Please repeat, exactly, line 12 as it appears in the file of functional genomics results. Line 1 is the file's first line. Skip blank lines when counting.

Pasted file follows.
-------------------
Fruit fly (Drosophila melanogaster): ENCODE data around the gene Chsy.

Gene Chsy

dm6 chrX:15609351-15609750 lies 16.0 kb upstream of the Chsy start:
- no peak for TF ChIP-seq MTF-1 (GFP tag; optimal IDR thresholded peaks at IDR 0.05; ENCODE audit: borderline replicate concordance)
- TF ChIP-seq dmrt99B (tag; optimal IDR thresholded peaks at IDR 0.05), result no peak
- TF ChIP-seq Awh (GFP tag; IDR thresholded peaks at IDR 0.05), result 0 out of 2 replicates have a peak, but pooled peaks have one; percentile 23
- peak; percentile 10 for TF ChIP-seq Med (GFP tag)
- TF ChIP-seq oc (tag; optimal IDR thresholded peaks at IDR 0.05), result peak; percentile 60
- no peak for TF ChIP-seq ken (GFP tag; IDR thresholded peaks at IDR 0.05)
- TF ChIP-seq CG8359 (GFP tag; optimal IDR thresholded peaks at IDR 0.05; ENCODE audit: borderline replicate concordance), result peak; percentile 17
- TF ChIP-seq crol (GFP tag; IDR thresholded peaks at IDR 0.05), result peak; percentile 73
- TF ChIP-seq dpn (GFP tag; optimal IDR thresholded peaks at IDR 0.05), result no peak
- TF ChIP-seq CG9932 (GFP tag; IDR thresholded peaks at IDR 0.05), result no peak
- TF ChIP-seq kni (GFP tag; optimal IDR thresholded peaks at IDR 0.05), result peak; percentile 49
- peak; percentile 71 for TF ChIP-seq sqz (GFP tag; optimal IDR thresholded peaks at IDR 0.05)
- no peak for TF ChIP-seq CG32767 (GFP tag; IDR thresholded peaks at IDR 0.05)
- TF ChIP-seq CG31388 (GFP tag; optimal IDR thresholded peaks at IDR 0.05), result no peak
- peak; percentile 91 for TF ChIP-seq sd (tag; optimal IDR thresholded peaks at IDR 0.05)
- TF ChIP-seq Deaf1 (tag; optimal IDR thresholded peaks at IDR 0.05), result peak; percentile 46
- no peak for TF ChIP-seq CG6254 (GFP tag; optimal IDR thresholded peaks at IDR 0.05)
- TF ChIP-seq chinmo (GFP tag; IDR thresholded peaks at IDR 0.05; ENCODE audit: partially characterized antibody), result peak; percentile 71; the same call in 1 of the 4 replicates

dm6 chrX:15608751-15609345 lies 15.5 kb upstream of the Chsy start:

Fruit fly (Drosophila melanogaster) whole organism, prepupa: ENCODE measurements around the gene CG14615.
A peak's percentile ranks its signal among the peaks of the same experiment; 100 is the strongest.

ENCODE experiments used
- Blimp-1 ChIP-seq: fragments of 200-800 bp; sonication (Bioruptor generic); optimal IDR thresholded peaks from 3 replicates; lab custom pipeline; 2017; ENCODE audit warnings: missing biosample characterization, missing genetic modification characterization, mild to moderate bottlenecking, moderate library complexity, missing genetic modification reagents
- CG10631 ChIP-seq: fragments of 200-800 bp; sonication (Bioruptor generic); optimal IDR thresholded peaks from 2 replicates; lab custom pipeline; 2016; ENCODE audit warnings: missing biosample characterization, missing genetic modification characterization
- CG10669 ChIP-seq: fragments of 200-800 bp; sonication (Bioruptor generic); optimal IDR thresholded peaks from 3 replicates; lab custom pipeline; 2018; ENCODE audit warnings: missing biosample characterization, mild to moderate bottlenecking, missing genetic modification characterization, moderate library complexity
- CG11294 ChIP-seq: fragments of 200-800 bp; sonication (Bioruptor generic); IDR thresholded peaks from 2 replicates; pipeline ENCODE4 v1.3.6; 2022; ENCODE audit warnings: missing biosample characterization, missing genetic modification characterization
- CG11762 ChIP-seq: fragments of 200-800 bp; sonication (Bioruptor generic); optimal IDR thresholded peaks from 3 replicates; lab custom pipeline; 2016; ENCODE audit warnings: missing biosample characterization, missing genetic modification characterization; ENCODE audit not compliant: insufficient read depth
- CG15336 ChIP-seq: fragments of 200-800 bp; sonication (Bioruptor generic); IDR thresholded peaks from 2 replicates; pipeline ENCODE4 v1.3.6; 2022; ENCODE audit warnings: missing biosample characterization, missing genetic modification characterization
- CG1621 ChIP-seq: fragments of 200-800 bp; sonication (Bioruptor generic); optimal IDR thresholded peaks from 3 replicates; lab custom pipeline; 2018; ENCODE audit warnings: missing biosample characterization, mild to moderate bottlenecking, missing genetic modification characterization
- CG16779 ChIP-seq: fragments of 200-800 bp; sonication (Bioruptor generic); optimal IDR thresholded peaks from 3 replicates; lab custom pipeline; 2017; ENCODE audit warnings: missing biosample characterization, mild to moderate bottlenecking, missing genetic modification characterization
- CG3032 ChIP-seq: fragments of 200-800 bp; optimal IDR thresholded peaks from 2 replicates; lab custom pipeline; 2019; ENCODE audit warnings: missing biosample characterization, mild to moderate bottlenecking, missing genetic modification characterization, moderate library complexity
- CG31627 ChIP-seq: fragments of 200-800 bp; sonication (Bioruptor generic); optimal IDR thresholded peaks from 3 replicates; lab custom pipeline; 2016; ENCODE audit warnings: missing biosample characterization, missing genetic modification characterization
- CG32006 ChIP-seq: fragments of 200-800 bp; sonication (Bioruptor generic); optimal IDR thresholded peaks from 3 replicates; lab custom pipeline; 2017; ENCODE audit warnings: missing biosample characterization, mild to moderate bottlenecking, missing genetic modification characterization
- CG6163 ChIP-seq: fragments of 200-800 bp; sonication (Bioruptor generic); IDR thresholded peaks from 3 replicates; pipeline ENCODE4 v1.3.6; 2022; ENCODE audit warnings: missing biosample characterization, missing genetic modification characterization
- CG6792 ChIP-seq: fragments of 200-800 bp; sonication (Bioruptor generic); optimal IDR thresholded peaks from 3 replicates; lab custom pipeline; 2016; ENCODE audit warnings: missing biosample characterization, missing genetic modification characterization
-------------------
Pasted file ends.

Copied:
- TF ChIP-seq dpn (GFP tag; optimal IDR thresholded peaks at IDR 0.05), result no peak